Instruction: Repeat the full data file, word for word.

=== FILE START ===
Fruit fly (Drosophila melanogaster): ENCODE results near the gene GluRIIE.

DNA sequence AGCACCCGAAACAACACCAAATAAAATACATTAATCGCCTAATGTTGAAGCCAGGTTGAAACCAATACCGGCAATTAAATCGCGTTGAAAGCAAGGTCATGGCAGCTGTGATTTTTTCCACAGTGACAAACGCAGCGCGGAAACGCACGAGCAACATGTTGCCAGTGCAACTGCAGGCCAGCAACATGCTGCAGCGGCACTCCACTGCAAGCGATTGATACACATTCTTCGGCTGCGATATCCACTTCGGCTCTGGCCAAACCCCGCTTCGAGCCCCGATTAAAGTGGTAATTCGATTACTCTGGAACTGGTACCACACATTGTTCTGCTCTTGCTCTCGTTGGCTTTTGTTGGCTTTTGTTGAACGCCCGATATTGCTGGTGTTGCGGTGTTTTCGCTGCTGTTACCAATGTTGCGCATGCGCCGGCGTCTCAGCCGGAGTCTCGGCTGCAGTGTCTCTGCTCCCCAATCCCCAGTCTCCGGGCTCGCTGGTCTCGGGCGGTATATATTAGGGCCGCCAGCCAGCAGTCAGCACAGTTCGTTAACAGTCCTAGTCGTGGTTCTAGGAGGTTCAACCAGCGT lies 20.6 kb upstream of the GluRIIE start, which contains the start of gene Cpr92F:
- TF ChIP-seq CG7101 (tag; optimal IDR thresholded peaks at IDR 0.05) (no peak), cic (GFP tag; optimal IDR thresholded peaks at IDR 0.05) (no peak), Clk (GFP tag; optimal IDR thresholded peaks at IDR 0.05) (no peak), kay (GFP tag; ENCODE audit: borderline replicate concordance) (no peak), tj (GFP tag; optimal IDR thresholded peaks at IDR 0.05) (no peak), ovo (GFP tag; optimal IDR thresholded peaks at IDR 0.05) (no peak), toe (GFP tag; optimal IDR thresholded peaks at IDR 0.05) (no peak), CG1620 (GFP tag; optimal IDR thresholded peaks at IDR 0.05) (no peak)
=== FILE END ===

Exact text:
Fruit fly (Drosophila melanogaster): ENCODE results near the gene GluRIIE.

DNA sequence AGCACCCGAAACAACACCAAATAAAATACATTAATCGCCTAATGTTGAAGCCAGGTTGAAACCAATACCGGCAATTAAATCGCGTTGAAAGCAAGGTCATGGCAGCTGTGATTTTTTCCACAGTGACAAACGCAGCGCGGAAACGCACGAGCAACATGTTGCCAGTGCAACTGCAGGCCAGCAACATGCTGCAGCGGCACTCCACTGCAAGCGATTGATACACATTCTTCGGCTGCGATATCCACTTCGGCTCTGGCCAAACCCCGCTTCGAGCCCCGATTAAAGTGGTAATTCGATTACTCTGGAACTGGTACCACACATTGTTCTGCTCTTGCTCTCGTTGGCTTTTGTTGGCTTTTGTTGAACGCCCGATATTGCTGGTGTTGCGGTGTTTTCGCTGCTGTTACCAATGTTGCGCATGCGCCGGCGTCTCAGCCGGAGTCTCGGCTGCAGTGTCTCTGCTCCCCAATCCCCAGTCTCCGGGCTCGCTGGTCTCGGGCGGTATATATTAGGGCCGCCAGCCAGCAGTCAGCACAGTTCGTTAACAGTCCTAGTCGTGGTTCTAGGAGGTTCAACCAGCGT lies 20.6 kb upstream of the GluRIIE start, which contains the start of gene Cpr92F:
- TF ChIP-seq CG7101 (tag; optimal IDR thresholded peaks at IDR 0.05) (no peak), cic (GFP tag; optimal IDR thresholded peaks at IDR 0.05) (no peak), Clk (GFP tag; optimal IDR thresholded peaks at IDR 0.05) (no peak), kay (GFP tag; ENCODE audit: borderline replicate concordance) (no peak), tj (GFP tag; optimal IDR thresholded peaks at IDR 0.05) (no peak), ovo (GFP tag; optimal IDR thresholded peaks at IDR 0.05) (no peak), toe (GFP tag; optimal IDR thresholded peaks at IDR 0.05) (no peak), CG1620 (GFP tag; optimal IDR thresholded peaks at IDR 0.05) (no peak)